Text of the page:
Also, try these tips to boost your mental health:
Turn off notifications during your focus time so you can get things done without constant interruption
Turn off notifications after hours and don’t check your email unnecessarily to ensure you’re separating work from home even if they do live under one roof
Use tools and agreed-upon processes to increase communication and collaboration to reduce stress as a team
Take a mid-morning 15-minute break, a lunch break, and a mid-afternoon 15-minute break to re-energize
Stand or move around during calls or video trainings (physical activity has a big impact on mental health)
Tips for taking care of your physical health
A convertible stand up desk can be amazing for your physical health. Sitting too much every day increases your risks of heart disease, diabetes, stroke, high blood pressure, and high cholesterol.
If you can’t afford to buy a new desk, aim to stand at least 30 minutes a day. You could stand during non-video phone calls and when you’re watching video trainings or listening to a podcast. You could also stand while you eat lunch.
Add some five to 15 pound dumbbells in your office space and do squats, lunges, and bicep curls once a day. If you don’t have time for a walk around the block, walk up and down your street or driveway a couple of times.
Plan your meals ahead of time and take a regular lunch break. Prepare easy-to-heat-and-eat meals on Sundays whenever you can.
How to manage employees who work from home
Do you manage a remote team? Here’s how to improve onboarding, team health, and corporate culture.
How to onboard remote employees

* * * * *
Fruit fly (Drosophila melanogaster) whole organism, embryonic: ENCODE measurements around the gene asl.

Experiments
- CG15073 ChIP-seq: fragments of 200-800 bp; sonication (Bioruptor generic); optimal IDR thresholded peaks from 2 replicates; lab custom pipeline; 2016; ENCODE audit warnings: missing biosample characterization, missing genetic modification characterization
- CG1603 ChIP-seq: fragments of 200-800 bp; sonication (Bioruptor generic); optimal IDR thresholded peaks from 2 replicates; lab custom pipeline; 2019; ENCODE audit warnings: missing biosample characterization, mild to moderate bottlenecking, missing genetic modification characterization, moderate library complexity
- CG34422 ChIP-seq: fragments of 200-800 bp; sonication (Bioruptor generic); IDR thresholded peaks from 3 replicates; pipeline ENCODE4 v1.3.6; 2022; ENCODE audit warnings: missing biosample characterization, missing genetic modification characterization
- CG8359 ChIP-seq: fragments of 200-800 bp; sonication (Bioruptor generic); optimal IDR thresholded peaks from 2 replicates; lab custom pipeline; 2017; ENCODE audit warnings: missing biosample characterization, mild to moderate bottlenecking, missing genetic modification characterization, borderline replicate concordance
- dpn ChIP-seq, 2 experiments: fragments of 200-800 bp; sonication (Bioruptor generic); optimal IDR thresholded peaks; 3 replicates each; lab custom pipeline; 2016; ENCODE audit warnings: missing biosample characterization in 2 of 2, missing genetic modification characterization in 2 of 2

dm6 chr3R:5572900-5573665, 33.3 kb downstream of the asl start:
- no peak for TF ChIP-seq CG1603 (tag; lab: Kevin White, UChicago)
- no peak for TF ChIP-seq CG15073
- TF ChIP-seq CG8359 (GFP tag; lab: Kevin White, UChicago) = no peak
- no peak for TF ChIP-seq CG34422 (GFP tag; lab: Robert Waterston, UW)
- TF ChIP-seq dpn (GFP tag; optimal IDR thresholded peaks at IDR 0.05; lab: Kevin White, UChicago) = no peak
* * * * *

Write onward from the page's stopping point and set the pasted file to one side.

A great onboarding program takes an initial time investment to set up, but is far worth it in the long run. You can use a platform like Trainual, Lessonly, or Notion to systematize and store your onboarding.
In your onboarding platform, include:
Company culture materials
Brand assets and voice guides
The names and locations of your various tools for communication, collaboration, digital asset management, etc.
Standard operating procedures and training materials for common processes
Team and individual KPIs, and how these are tracked and measured
The best apps and services for boosting the health and productivity of at-home workers
As a team leader, it’s up to you to provide the resources your team needs to not only get things done, but also be healthy and happy. While it might seem like boosting productivity is a selfish aim, it’s not. When your workers are productive, they can get things done faster, stress less, and spend more down time with their family and friends.
FocusMe - Likely the best productivity app available, FocusMe can be set to block any site you want. You can do a forced blocker that won’t allow you to scroll Twitter no matter what, or set up a password.
Clockwise - If you struggle to protect your calendar, Clockwise can help. It automatically blocks out focus time and it can measure the amount of meeting time, focus time, and fragmented time of your whole team.
Endel - This app plays music for deep work, chill, self care, studying and other use cases. It’s an easy way to get lyric-free music that won’t put you to sleep.